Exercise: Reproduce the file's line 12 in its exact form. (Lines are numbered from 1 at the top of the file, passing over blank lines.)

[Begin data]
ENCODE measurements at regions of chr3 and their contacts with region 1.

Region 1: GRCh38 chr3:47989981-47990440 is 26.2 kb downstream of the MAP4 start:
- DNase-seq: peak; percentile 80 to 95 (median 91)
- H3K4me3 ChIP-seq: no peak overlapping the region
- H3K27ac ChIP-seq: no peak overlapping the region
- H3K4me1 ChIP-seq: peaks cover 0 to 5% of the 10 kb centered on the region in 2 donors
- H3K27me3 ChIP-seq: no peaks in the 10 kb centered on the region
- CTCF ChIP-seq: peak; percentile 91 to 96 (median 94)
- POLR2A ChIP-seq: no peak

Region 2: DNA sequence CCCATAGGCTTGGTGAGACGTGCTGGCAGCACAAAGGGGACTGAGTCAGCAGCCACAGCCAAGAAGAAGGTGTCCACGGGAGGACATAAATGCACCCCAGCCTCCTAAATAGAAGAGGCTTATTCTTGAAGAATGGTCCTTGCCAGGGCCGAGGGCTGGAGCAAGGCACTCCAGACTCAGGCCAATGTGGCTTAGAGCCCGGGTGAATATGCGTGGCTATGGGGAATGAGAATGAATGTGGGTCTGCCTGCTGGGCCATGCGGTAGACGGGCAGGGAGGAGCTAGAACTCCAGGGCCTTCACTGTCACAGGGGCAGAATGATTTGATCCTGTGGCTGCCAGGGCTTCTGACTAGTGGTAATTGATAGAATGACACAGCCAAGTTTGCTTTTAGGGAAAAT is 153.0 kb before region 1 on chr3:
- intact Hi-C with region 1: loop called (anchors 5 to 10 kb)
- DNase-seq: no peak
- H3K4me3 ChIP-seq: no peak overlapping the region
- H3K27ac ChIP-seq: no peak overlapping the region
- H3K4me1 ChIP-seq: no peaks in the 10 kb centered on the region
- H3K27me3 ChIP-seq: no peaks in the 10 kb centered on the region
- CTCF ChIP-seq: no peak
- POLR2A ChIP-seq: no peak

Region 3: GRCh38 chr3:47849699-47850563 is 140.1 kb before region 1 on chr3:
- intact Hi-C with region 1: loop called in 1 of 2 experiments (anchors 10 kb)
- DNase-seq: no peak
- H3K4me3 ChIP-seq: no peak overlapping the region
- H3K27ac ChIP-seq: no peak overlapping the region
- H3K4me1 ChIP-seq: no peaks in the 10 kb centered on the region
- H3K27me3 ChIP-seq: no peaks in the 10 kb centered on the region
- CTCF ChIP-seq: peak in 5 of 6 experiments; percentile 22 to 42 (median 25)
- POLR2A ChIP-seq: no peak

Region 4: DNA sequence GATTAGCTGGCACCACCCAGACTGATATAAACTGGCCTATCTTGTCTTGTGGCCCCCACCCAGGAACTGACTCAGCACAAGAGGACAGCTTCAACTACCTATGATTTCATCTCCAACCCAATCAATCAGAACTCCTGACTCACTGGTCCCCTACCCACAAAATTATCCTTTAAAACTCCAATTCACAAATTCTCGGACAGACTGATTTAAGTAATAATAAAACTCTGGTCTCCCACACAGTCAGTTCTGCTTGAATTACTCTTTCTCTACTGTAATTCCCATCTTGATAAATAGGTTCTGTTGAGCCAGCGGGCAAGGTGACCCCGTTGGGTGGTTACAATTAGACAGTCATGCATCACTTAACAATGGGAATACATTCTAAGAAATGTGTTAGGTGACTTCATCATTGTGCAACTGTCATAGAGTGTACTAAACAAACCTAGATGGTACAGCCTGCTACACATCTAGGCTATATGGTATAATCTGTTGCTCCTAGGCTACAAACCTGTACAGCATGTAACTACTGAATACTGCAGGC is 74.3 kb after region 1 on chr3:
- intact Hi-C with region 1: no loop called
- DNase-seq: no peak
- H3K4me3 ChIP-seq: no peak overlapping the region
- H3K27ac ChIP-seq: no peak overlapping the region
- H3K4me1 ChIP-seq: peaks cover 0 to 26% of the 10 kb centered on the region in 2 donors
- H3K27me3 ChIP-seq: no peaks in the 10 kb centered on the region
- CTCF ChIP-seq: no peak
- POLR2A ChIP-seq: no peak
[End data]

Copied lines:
- DNase-seq: no peak